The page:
|Published in||Deep Sea Research Part II: Topical Studies in Oceanography, v. 119:61-68|
Pisoni, J.P., Rivas, A.L. and Piola, A.R.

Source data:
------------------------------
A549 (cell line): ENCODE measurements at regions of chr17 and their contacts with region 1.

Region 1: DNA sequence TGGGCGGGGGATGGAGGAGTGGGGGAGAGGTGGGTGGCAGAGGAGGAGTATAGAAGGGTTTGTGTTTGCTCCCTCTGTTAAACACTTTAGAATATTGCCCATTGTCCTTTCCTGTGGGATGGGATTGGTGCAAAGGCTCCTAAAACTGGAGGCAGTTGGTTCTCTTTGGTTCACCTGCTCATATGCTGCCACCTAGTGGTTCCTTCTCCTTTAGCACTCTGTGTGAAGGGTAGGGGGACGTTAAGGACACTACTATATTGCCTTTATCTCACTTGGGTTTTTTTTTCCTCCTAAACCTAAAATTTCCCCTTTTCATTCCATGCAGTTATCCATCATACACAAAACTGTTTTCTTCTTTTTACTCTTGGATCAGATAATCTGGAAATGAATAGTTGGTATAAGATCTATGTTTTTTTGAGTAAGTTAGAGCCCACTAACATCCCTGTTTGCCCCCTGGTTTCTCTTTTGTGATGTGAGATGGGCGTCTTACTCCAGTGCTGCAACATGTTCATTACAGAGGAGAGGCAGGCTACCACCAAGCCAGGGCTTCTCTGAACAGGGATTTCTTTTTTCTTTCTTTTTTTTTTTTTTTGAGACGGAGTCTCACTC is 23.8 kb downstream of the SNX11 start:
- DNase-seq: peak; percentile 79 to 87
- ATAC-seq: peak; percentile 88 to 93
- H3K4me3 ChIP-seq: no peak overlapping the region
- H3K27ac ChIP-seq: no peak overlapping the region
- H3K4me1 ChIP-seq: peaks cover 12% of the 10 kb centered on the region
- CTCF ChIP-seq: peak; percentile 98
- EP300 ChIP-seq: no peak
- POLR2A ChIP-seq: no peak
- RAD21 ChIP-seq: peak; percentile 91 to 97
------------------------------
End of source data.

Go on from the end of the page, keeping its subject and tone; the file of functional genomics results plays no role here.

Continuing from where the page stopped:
Tidal fronts are associated with the transition between homogeneous and vertically stratified water and are characterized by the simultaneous availability of light and nutrients that enhance the growth of marine productivity. We study the variability in the position of two tidal fronts located in Patagonia Argentina: the San Matías and Valdés fronts. The rate of tidal dissipation in these regions is among the highest of the world oceans. The study is based on the analysis of over 1200 satellite derived sea surface temperature images. The results indicate that the mean monthly position of both fronts is strongly linked to the characteristics of the bottom topography. In response to increasing surface heat flux the fronts displace toward shallower areas. Similarly, a slight displacement towards deeper waters is observed when the heat flux decreases. High frequency variability is revealed by the standard deviation around monthly averages. At the mouth of the San Matías gulf, the front location variability in the spring&ndashneap cycle is around 10 km, while east of the Valdés Peninsula the fortnightly cycle is masked by high frequency fluctuations (~30 km) governed by meanders and meso-scale filaments. A simple conceptual model is proposed which suggests that the mean frontal position is determined by the bottom topography while its seasonal variability is driven by the surface heat flux, and the front intensity is modulated by the spring&ndashneap transition.